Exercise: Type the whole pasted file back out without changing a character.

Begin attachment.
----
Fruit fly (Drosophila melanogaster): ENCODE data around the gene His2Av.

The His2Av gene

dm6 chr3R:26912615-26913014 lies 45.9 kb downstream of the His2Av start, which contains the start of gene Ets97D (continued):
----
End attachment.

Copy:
Fruit fly (Drosophila melanogaster): ENCODE data around the gene His2Av.

The His2Av gene

dm6 chr3R:26912615-26913014 lies 45.9 kb downstream of the His2Av start, which contains the start of gene Ets97D (continued):